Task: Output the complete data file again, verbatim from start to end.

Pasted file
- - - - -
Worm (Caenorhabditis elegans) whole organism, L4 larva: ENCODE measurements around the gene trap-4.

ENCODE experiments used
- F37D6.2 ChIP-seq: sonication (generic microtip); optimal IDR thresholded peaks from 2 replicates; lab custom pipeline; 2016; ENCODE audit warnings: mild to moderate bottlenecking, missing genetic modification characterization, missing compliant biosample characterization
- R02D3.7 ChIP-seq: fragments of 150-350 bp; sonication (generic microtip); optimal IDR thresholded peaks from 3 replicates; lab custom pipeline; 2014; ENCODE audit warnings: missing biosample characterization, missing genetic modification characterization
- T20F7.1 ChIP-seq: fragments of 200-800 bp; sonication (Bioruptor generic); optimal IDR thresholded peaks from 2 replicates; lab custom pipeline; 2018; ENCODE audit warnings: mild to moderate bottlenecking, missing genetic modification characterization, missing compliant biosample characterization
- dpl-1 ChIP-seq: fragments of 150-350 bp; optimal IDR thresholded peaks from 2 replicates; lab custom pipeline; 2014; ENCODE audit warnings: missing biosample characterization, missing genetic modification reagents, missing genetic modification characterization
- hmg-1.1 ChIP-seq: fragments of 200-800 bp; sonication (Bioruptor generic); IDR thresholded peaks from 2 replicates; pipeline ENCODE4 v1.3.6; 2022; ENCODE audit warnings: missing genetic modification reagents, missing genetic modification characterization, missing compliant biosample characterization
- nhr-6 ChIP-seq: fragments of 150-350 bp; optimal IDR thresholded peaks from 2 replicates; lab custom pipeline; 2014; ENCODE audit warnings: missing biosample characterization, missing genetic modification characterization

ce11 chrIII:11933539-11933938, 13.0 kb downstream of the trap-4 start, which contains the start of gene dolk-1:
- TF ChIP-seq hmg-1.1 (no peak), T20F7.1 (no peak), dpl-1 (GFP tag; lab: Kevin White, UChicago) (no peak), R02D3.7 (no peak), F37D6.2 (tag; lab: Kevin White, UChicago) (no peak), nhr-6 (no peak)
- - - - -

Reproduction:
Worm (Caenorhabditis elegans) whole organism, L4 larva: ENCODE measurements around the gene trap-4.

ENCODE experiments used
- F37D6.2 ChIP-seq: sonication (generic microtip); optimal IDR thresholded peaks from 2 replicates; lab custom pipeline; 2016; ENCODE audit warnings: mild to moderate bottlenecking, missing genetic modification characterization, missing compliant biosample characterization
- R02D3.7 ChIP-seq: fragments of 150-350 bp; sonication (generic microtip); optimal IDR thresholded peaks from 3 replicates; lab custom pipeline; 2014; ENCODE audit warnings: missing biosample characterization, missing genetic modification characterization
- T20F7.1 ChIP-seq: fragments of 200-800 bp; sonication (Bioruptor generic); optimal IDR thresholded peaks from 2 replicates; lab custom pipeline; 2018; ENCODE audit warnings: mild to moderate bottlenecking, missing genetic modification characterization, missing compliant biosample characterization
- dpl-1 ChIP-seq: fragments of 150-350 bp; optimal IDR thresholded peaks from 2 replicates; lab custom pipeline; 2014; ENCODE audit warnings: missing biosample characterization, missing genetic modification reagents, missing genetic modification characterization
- hmg-1.1 ChIP-seq: fragments of 200-800 bp; sonication (Bioruptor generic); IDR thresholded peaks from 2 replicates; pipeline ENCODE4 v1.3.6; 2022; ENCODE audit warnings: missing genetic modification reagents, missing genetic modification characterization, missing compliant biosample characterization
- nhr-6 ChIP-seq: fragments of 150-350 bp; optimal IDR thresholded peaks from 2 replicates; lab custom pipeline; 2014; ENCODE audit warnings: missing biosample characterization, missing genetic modification characterization

ce11 chrIII:11933539-11933938, 13.0 kb downstream of the trap-4 start, which contains the start of gene dolk-1:
- TF ChIP-seq hmg-1.1 (no peak), T20F7.1 (no peak), dpl-1 (GFP tag; lab: Kevin White, UChicago) (no peak), R02D3.7 (no peak), F37D6.2 (tag; lab: Kevin White, UChicago) (no peak), nhr-6 (no peak)